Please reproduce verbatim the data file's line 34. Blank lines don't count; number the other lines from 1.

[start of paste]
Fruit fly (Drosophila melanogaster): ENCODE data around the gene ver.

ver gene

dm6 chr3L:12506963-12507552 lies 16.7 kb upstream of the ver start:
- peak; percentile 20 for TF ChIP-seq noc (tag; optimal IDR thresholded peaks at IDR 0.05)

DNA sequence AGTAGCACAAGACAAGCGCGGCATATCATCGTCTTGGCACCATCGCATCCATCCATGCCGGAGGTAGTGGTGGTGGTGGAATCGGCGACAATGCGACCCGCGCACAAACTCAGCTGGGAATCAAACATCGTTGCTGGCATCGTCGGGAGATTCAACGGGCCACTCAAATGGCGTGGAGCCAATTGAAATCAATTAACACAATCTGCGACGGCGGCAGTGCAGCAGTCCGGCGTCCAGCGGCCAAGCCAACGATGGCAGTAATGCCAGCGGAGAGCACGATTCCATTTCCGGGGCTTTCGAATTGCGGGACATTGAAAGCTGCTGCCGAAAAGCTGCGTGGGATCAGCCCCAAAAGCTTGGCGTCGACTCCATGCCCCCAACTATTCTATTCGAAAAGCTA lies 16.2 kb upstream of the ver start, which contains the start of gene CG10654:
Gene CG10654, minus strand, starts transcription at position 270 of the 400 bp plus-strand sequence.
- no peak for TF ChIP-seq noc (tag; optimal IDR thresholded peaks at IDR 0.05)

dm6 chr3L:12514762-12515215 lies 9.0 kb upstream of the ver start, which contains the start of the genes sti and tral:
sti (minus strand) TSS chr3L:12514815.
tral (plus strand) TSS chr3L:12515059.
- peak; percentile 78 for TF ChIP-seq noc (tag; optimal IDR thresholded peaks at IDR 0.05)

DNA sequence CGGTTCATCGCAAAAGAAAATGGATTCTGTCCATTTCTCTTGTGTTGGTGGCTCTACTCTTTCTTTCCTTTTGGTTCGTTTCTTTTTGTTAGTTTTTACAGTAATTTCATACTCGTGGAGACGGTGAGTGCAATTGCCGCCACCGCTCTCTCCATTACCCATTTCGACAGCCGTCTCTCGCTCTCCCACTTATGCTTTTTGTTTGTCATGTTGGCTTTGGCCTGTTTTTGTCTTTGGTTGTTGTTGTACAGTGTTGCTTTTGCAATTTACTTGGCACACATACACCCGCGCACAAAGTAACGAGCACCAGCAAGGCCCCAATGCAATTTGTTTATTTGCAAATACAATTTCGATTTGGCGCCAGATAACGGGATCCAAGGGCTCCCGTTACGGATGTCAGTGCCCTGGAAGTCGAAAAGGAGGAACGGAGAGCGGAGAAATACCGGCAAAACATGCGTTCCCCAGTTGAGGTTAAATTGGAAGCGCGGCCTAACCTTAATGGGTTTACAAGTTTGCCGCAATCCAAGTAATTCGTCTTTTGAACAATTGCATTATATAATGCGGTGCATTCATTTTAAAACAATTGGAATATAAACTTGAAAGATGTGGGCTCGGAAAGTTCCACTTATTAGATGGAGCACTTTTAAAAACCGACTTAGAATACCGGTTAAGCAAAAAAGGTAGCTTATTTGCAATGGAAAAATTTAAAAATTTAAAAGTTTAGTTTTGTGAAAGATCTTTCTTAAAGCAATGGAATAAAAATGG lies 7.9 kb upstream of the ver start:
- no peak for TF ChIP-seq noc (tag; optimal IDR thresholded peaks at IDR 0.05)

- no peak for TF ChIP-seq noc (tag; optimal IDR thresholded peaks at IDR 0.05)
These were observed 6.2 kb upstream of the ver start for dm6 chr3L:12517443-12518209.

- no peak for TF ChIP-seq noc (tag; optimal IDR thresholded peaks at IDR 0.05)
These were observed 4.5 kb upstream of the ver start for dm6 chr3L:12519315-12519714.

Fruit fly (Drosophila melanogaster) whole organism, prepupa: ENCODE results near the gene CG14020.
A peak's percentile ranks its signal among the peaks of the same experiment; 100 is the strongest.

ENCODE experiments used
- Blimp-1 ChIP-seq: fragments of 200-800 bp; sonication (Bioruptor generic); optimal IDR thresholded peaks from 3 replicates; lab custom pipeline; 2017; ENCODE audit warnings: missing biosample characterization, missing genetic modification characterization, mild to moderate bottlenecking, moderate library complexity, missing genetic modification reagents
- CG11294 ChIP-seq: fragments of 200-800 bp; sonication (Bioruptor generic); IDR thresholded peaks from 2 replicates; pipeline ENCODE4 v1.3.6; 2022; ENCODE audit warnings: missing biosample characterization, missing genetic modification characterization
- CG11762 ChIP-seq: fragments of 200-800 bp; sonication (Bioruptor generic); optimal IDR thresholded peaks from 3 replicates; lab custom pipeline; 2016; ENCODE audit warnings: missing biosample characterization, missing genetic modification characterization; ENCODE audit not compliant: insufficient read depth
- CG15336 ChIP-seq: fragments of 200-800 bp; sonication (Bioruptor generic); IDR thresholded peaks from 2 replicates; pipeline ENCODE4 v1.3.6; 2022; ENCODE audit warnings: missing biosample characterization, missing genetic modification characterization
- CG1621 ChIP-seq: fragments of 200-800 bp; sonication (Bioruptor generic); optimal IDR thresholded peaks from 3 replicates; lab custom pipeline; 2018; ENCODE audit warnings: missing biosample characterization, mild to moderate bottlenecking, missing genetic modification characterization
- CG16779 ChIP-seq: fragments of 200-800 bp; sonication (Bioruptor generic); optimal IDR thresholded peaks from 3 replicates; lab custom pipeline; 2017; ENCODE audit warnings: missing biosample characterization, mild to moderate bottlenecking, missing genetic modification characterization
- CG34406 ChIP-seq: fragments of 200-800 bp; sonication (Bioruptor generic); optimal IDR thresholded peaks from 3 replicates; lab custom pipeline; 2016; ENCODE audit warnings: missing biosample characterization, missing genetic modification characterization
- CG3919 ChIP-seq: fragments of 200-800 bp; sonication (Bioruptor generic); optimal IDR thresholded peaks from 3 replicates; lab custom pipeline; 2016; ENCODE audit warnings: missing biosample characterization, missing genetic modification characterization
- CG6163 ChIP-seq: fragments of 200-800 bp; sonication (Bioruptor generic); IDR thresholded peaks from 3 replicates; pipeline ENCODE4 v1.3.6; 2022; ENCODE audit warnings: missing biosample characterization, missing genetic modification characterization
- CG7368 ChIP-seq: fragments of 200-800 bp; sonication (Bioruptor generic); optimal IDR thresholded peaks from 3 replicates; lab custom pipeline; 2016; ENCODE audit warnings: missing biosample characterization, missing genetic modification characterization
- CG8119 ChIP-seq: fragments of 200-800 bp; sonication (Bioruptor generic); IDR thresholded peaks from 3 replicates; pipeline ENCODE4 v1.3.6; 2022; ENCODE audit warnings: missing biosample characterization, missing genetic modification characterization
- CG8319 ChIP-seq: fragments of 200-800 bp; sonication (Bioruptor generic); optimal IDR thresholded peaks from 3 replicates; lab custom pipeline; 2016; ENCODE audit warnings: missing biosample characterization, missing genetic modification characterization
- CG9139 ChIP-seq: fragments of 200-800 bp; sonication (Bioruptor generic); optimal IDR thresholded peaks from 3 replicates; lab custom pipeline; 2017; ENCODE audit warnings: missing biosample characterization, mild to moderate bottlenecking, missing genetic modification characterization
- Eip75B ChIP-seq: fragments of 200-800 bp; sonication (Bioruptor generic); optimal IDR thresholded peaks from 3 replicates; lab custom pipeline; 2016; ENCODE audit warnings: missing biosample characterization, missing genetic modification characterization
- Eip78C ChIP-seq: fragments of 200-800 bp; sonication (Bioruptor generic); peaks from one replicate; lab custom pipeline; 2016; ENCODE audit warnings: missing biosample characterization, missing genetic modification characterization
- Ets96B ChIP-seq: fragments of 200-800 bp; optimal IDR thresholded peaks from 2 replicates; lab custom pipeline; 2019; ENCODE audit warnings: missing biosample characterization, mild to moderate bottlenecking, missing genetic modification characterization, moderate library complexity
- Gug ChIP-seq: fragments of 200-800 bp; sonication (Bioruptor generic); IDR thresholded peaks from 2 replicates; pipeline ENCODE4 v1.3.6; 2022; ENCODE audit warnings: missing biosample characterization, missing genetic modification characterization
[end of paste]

- Eip75B ChIP-seq: fragments of 200-800 bp; sonication (Bioruptor generic); optimal IDR thresholded peaks from 3 replicates; lab custom pipeline; 2016; ENCODE audit warnings: missing biosample characterization, missing genetic modification characterization